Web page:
Jamie Who is a blog about everything. Except current affairs. And politics. Also science, sport, religion, celebrities, movies, media and marketing, technology, business and design. So...basically Jamie Who is a blog about food. All things food.

Thursday, April 16, 2009

Kingklip and chickpea curry

A curry doesn't have to be unhealthy.

The problem ordering one at a restaurant is the way the meat is cooked. Probably covered in butter or deep-fried in oil with extra butter added to the sauce to give it shine. Also, the naan bread is often greasy which also plays its part in contributing to a fatty dinner. But you can make a killer curry at home that is extremely healthy. I've used fish in this recipe and added chickpeas. Both are awesome sources of low-fat protein and both are perfect for a curry. Instead of the naan bread try making your own sambals. Thinks like chopped onion and tomato salsa, sliced bananas, fat-free yoghurt, mango chutney, flaked almonds etc. are all way better options and all will add amazing layers of flavour to your curry. In the recipe below I'm giving you measurements but they are more of a guideline than exact amounts. A curry is definitely a good example of a food where you can do your own thing. If you like a particular spice, add more of it. If there's something you don't dig, leave it out. It really is a personal thing, so don't be shy to express yourself.

Okay, stuff you'll need to feed 4 people:
  • 2 teaspoons curry powder (heat is up to you.)
  • 1 teaspoon ground cumin

  • 1 teaspoon ground tumeric

  • 1 teaspoon cinnamon

  • 3 curry leaves

  • 1 teaspoon mustard seeds

  • 1 onion, chopped

  • chopped carrots (the same amount as the onion)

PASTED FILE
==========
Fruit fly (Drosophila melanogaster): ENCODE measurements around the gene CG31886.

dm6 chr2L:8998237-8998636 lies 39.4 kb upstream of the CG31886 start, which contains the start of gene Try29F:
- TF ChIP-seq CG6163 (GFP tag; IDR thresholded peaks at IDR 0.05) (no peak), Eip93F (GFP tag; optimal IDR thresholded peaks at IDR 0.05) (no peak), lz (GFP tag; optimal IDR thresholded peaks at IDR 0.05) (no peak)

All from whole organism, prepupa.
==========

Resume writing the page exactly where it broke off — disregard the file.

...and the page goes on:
• chopped celery (the same amount as above)

  • 3 cloves garlic, chopped

  • teaspoon of fresh ginger, grated or finely chopped

  • 2 tins of tomatoes

  • 1 tin of chickpeas, drained

  • A handful of spinach

  • A handful of brocolli

  • 300g kingklip, cubed (or any firm white fish)

Okay, what to do:

1. In a large pot, soften the onion, celery and carrot over a medium heat. You don't want any colour on the vegetables.

2. Add the cumin, mustard seeds, tumeric, cinnamon, curry powder, curry leaves and stir. If the spices are sticking add some tap water. Cook these for a few minutes. The smells should be incredible at this stage. After a few minutes add the garlic and ginger.

3. Add the tinned tomatoes and a 500ml glass of water. Bring to the boil and then reduce heat so that the sauce is simmering. Add the brocolli.

4. Put the lid on and chill out for about 20 minutes. The sauce will have to be stirred every now and again but do not increase the heat. You want this sauce to cook slowly. The longer you can leave it simmering the better.

5. As long as you keep checking the sauce you don't need to do anything until about 10 minutes before you want to serve it. When you are ready, add the kingklip, the chickpeas and the spinach. Let the heat from the sauce wilt the spinach and poach the fish. All this is a gentle process and should take about 6-10 minutes. When the fish is ready, serve it up with a selection of sambals in little bowls.

It's not too difficult and once you've nailed this you can start experimenting with additional spices and different meats. There are so many versions of curry but the principles are all the same. Go with it.

Jamie Who

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